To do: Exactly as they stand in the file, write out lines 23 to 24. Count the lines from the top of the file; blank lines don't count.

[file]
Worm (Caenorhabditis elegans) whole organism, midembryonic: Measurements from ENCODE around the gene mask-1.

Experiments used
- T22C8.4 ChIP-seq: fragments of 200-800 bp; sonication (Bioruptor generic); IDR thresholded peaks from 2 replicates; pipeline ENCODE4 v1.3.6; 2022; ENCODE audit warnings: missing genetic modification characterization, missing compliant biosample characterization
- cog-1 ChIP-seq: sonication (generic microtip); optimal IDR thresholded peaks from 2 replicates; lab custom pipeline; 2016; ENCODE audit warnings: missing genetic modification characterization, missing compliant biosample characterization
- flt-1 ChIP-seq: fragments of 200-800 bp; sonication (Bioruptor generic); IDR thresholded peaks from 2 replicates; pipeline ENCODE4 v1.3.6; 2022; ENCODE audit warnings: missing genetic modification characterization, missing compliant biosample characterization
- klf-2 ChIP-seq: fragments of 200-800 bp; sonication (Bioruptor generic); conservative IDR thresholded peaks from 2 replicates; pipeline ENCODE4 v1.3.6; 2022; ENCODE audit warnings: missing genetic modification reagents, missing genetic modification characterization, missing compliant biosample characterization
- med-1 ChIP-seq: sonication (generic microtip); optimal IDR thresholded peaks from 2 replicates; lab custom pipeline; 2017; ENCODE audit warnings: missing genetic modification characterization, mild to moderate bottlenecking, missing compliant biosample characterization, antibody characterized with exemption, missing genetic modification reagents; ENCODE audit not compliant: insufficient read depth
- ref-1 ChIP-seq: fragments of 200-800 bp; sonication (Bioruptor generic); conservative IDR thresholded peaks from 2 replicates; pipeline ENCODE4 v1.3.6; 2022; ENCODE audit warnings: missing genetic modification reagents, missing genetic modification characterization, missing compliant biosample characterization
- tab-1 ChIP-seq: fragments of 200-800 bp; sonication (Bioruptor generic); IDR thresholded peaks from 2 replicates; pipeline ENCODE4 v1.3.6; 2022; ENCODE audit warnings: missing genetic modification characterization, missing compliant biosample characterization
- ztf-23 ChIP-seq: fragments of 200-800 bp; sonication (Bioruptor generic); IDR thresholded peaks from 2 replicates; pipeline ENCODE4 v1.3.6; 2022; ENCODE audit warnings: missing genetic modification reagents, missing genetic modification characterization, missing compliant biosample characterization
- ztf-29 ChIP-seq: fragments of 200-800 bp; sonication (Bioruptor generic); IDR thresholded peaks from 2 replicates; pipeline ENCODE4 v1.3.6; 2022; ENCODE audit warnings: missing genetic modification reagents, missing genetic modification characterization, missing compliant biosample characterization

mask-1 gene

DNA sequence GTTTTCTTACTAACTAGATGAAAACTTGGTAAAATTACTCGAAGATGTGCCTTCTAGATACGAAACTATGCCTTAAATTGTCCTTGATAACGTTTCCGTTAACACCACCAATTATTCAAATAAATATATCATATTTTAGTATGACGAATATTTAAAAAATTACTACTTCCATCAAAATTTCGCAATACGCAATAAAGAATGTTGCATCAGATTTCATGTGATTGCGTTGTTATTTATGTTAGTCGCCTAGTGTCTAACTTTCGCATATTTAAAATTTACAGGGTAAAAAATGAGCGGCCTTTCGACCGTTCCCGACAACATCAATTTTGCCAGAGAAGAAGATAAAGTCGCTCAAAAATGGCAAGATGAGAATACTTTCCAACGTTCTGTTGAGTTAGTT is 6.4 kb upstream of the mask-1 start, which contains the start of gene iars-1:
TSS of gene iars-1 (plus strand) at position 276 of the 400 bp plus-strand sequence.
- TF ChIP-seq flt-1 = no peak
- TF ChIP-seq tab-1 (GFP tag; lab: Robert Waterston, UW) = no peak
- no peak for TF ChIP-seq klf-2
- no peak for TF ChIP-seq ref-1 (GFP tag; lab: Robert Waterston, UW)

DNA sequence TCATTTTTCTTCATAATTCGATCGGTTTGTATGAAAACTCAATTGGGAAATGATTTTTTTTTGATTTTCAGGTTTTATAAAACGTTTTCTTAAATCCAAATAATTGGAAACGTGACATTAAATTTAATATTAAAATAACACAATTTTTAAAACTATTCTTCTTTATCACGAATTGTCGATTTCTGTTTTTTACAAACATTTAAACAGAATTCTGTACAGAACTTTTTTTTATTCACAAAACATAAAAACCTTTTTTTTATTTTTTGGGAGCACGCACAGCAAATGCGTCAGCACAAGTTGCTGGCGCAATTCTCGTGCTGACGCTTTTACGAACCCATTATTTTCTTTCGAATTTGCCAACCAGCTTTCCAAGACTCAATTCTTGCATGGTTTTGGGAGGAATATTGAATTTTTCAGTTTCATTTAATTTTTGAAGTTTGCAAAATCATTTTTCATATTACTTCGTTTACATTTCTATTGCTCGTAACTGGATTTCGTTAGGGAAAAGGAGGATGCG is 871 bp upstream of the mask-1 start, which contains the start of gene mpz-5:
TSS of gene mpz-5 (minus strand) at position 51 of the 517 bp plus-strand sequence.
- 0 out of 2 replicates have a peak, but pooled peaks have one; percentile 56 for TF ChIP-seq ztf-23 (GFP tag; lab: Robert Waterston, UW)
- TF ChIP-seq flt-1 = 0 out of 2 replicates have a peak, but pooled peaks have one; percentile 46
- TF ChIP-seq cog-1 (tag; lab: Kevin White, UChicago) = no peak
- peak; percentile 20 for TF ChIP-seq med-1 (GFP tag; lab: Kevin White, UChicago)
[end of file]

- TF ChIP-seq cog-1 (tag; lab: Kevin White, UChicago) = no peak
- peak; percentile 20 for TF ChIP-seq med-1 (GFP tag; lab: Kevin White, UChicago)